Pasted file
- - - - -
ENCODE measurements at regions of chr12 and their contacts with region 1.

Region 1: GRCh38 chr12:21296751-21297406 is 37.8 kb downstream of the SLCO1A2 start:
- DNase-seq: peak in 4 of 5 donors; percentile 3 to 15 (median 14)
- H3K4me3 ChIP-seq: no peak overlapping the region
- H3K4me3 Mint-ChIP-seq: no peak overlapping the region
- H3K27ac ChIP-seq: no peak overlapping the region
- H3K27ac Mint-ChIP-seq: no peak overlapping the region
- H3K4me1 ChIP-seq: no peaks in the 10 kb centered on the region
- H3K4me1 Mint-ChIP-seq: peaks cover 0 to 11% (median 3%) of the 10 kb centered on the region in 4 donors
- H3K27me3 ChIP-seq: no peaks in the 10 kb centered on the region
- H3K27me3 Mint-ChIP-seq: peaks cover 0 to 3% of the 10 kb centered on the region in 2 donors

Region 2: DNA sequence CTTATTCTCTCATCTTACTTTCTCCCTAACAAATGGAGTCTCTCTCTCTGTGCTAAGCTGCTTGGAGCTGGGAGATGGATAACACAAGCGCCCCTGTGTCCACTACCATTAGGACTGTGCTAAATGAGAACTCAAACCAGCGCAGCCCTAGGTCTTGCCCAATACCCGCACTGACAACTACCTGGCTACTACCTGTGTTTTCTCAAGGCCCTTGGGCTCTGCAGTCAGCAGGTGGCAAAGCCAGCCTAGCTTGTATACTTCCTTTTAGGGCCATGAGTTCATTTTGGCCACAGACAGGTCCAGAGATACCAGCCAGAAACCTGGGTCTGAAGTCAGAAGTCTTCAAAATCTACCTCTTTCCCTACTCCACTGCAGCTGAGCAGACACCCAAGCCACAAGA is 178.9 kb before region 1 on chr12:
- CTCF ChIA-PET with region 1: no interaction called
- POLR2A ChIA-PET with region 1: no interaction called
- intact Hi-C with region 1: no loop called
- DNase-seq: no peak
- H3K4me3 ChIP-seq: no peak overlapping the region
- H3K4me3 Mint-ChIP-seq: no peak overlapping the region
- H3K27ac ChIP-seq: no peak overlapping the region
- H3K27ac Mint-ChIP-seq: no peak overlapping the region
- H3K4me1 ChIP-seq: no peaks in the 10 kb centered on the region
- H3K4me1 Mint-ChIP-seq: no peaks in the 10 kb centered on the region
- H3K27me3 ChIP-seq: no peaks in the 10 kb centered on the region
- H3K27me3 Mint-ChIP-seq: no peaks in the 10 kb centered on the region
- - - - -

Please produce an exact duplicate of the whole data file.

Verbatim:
ENCODE measurements at regions of chr12 and their contacts with region 1.

Region 1: GRCh38 chr12:21296751-21297406 is 37.8 kb downstream of the SLCO1A2 start:
- DNase-seq: peak in 4 of 5 donors; percentile 3 to 15 (median 14)
- H3K4me3 ChIP-seq: no peak overlapping the region
- H3K4me3 Mint-ChIP-seq: no peak overlapping the region
- H3K27ac ChIP-seq: no peak overlapping the region
- H3K27ac Mint-ChIP-seq: no peak overlapping the region
- H3K4me1 ChIP-seq: no peaks in the 10 kb centered on the region
- H3K4me1 Mint-ChIP-seq: peaks cover 0 to 11% (median 3%) of the 10 kb centered on the region in 4 donors
- H3K27me3 ChIP-seq: no peaks in the 10 kb centered on the region
- H3K27me3 Mint-ChIP-seq: peaks cover 0 to 3% of the 10 kb centered on the region in 2 donors

Region 2: DNA sequence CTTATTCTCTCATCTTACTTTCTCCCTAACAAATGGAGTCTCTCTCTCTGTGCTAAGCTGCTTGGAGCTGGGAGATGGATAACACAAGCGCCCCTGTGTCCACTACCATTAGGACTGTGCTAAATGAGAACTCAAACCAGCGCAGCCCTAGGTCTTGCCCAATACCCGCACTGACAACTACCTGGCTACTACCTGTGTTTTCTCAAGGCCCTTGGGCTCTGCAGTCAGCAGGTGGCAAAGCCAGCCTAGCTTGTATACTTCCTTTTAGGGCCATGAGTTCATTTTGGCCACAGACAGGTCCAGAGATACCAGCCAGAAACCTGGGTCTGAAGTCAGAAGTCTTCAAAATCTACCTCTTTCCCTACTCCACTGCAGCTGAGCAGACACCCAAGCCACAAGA is 178.9 kb before region 1 on chr12:
- CTCF ChIA-PET with region 1: no interaction called
- POLR2A ChIA-PET with region 1: no interaction called
- intact Hi-C with region 1: no loop called
- DNase-seq: no peak
- H3K4me3 ChIP-seq: no peak overlapping the region
- H3K4me3 Mint-ChIP-seq: no peak overlapping the region
- H3K27ac ChIP-seq: no peak overlapping the region
- H3K27ac Mint-ChIP-seq: no peak overlapping the region
- H3K4me1 ChIP-seq: no peaks in the 10 kb centered on the region
- H3K4me1 Mint-ChIP-seq: no peaks in the 10 kb centered on the region
- H3K27me3 ChIP-seq: no peaks in the 10 kb centered on the region
- H3K27me3 Mint-ChIP-seq: no peaks in the 10 kb centered on the region